So, um. Yeah. I now listen to my doctor  yeah. They kind of know they, they, some of them know what they’re talking about. They know what they’re talking about usually. Yeah. All right. Well, yeah, and again, that quick fix, there’s no such thing as a quick fix in most situations. So that’s good. You’re looking at the long term, tra a journey.

It’s a long term journey, and you’re helping yourself and you’re having your friends and loved ones help you. Um, and that’s good that you and your wife are doing this together. Uh, so today, what’s going on in your life today? Like how are you feeling now? Where are you, what’s going on with your business?

What’s going on there? Yeah, we’ll, uh, like I mentioned, I’m in the amine in the U S for a week visiting the gravity phones office. Uh, and. I mean, that’s a little bit, a little bit stressful. That’s a pick some anxiety for me because, um, it was 30 hours travel from Australia to the East coast and a amount of my comfort zone in a new location.

New what? 16 hour time zone difference. I’m dealing with fatigue and different culture. Different people. Um, why from my family, so I haven’t got my, uh, my support right there when I, when I need it. It’s been a little bit more challenging this week for me than it would be when I’m, when I’m back home. I’m using all those tools that I mentioned to, to keep, keep myself healthy.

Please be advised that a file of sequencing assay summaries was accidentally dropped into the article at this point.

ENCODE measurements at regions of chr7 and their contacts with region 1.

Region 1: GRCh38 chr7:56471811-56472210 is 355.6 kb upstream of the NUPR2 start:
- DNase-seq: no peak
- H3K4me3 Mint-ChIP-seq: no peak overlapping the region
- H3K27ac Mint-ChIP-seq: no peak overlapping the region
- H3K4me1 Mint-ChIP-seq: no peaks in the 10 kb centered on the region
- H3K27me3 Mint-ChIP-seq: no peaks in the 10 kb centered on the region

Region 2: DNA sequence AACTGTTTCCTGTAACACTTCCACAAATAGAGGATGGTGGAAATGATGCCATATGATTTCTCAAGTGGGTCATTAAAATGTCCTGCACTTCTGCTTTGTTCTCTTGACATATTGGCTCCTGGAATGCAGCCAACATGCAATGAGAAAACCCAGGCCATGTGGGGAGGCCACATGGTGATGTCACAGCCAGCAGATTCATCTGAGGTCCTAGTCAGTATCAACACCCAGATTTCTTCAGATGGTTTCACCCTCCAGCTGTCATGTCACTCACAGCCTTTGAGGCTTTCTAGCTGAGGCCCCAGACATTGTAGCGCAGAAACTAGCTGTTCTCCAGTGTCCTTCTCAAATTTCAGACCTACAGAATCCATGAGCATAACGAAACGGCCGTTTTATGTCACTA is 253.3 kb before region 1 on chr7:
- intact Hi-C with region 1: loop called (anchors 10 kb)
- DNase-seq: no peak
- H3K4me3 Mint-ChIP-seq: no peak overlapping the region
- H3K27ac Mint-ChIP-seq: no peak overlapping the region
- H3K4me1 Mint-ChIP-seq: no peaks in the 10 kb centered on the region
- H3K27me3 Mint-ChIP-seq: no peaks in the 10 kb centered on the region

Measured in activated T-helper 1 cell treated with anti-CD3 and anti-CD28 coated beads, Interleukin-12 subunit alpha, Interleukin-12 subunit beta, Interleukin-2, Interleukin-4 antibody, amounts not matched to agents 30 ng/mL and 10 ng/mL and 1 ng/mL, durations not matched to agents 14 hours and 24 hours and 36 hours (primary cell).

I think I’m, I’m, and I’m in quite a good position now than, uh, than I was a year ago. Yeah. That’s awesome. I’m happy for you, Jake, and if the listeners haven’t figured out when we’ve alluded to, and we’ve mentioned it, but by that accent, you’re from Australia and everybody in America loves it. So you’re gonna make friends wherever you go right off the bat.

Well, yeah, I’ve, um, I’ve actually been, uh, met a lot of amazing U S people already. Um. We’ve been Ubering all around the place. Uh, and it’s been great to talk with a bunch of different people, uh, that way, uh, cause they’re, yeah. 20 minute trips. So we always have a, a good conversation. And we, uh, the other night we’re coming back from 10 pin bowling.

One of my other Australian friends was, uh, was joking around with the driver and he, and he asked us where we are and he said, ah. I could tell you, but I’d have to kill you. And I, and I turned around and I said to him. Dude, you can’t say that in this country. That’s just not cool. That’s [00:30:00] awesome. But the driver, he was, uh, he, he understood it was a joke.

And, and we had a good laugh about it. And, and, uh, then he was, he was telling us all about his life, uh, cause he was, he grew up in this area. And, and what, uh, what he did for work, he used to own a trucking company. And. And, uh, then you were tired and then he had to retire again and now he’s driving Uber’s cause you know, it’s, it’s a tough economy.

Yeah. You know what’s really funny when you were talking about the therapist and you’re like, it takes time to build rapport and to build trust. I was going to make a joke that in America, that’s exactly the same. Unless you’re in a taxi cab or the subway, people just open up and start talking, man. And you can just great if, if that’s, if that’s what you need for your therapy guy, go get your one hour Uber session.